Sweden may have clinched a surprise deal with Turkey paving the way for its NATO membership, but Kurds and leftwing parties expressed concern Wednesday about the concessions made to Ankara.
“We did not cave in to (Turkish President Recep Tayyip) Erdogan”, Swedish Foreign Minister Ann Linde said from the NATO summit in Madrid where the deal was announced.
“We will not agree to any extraditions unless there is proof of terrorist activity,” she told Swedish daily Aftonbladet.
“There’s no reason for Kurds to think that their human rights or democratic rights are at risk.”
The agreement, which ends Ankara’s veto of their membership bids, was signed by Finland, Sweden and Turkey in front of news cameras, and the Nordic countries’ relief was visible.
With NATO keen to display a unified front against Russia, there was mounting concern that the dispute would drag on for months, leaving the two countries vulnerable. NATO’s mutual defence clause does not apply to candidate countries.
‘Cards on the table’
The agreement addresses Ankara’s three main concerns with Finland and Sweden: the lifting of weapons export restrictions to Turkey, a hard line on Kurdish groups Ankara considers “terrorists”, and the extradition of Kurdish militants and supporters of the Gulen movement.
Finland and Sweden have blocked arms exports to Turkey since its 2019 military incursion into Syria.
Under the deal, “Finland and Sweden confirm that now there are no national arms embargoes”. Stockholm said it was “changing its national regulatory framework for arms exports in relation to NATO allies”.
Both Stockholm and Helsinki also confirmed they considered the PKK a terrorist organisation and agreed they would “not provide support to” its allies in Syria, the YPG/PYD.
They agreed to examine Turkey’s extradition requests “expeditiously and thoroughly”, and to take into account “information, evidence and intelligence provided by Turkey”.
But there is concern in some quarters that Sweden conceded too much.
They include representatives of the 100,000-strong Kurdish community, and two political parties that provide informal support in parliament to the ruling Social Democrats.
“Now we need to see the cards on the table,” Left Party leader Nooshi Dadgostar wrote on Twitter Wednesday.
“Is Sweden going to arm Turkey in its war of aggression against Syria? Which regime critics are going to be extradited?”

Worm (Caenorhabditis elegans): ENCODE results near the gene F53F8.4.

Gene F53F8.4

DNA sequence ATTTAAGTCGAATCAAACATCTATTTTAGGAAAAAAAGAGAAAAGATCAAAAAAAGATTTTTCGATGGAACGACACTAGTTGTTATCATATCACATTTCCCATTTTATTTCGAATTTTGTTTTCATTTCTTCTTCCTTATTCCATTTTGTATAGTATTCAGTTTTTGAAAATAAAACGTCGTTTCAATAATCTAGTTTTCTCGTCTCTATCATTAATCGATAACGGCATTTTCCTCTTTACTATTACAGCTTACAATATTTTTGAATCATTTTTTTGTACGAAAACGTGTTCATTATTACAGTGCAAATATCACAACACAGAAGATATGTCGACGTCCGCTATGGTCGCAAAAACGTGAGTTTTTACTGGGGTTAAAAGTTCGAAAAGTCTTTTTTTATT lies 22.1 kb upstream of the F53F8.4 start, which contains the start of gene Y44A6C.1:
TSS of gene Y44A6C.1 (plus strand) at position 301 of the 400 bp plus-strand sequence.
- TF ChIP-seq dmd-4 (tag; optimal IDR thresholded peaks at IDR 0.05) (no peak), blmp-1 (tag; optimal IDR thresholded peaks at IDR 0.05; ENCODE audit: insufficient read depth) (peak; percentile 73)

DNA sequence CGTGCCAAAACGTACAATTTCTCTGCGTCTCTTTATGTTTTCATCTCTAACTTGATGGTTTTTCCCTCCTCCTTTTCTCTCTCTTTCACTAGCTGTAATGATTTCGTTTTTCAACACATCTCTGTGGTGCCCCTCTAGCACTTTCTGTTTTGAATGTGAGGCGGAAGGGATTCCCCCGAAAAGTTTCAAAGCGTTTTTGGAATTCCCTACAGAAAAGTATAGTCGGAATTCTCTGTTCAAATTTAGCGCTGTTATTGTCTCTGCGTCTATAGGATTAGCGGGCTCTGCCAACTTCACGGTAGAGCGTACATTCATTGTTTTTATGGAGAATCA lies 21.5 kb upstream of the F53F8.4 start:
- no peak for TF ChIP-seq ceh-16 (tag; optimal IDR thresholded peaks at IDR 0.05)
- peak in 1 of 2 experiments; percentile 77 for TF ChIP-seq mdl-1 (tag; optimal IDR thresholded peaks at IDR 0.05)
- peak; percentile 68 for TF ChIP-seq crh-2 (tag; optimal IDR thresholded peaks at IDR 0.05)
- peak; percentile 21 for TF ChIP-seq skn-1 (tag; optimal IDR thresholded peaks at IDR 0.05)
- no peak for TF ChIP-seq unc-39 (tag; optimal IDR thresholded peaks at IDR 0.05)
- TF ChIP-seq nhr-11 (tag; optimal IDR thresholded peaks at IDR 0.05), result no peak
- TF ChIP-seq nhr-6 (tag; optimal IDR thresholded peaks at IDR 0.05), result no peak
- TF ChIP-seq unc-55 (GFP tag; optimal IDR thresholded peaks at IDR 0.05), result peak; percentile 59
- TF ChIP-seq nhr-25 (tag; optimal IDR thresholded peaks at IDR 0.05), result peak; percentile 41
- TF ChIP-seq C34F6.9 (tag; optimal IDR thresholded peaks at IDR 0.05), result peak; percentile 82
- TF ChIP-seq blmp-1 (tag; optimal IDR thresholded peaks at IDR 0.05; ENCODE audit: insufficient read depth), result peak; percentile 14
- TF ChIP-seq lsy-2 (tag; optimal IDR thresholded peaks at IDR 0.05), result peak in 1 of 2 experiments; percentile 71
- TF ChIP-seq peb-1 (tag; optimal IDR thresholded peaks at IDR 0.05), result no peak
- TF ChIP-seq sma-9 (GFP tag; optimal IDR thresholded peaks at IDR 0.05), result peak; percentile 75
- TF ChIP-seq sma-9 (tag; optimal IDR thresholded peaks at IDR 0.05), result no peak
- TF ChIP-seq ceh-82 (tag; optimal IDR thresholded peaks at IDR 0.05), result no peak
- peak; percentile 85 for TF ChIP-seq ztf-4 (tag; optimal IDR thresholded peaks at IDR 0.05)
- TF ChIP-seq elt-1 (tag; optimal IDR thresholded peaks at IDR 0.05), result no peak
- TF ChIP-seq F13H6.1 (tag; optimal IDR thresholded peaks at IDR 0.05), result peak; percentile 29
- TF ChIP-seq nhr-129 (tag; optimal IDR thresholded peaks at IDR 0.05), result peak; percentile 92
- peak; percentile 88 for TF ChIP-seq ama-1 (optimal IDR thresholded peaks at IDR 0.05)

She warned of “the danger of putting Swedish foreign policy in the hands of despot Erdogan”.
‘Worried about Sweden’s Kurds’
The Green Party meanwhile called on Linde to appear before parliament’s foreign affairs committee to explain exactly what Sweden conceded, particularly regarding the weapons and extradition deals.
“I’m worried about Kurds in Sweden”, Kurdo Baksi, a Swedish social commentator of Kurdish origin and human rights activist, told AFP.
“Kurds who are not yet Swedish citizens and who have fled from oppression and persecution in Turkey are going to be worried about what will happen,” he said.
The ink had barely dried on the deal before Ankara on Wednesday demanded the extradition of 33 people from Finland and Sweden it accuses of “terrorism”.
Shiyar Ali, the Swedish representative of the Kurdish regions of northern Syria, said Sweden had “lost its fundamental principles of democracy, human rights and freedom” and its “reputation as a humane country and safe haven for those fleeing from terrorism (and) oppression”.
Amineh Kakabaveh meanwhile, a Swedish member of parliament of Kurdish origin, called the deal with Turkey “a sad and cynical policy that does not strengthen the work for peace and democracy”. Kakabaveh formerly represented the Left Party but is now an independent.
Others were sceptical that Ankara would stick to its end of the bargain.
“I can just hope that Turkey will not change its view along the way of negotiations and ratification,” former prime minister Carl Bildt wrote on Twitter.
“There has been a disturbing element of unpredictability over its behavior.”
The parliaments of all 30 NATO members, including Turkey, must ratify Finland’s and Sweden’s membership bids before they can become full members.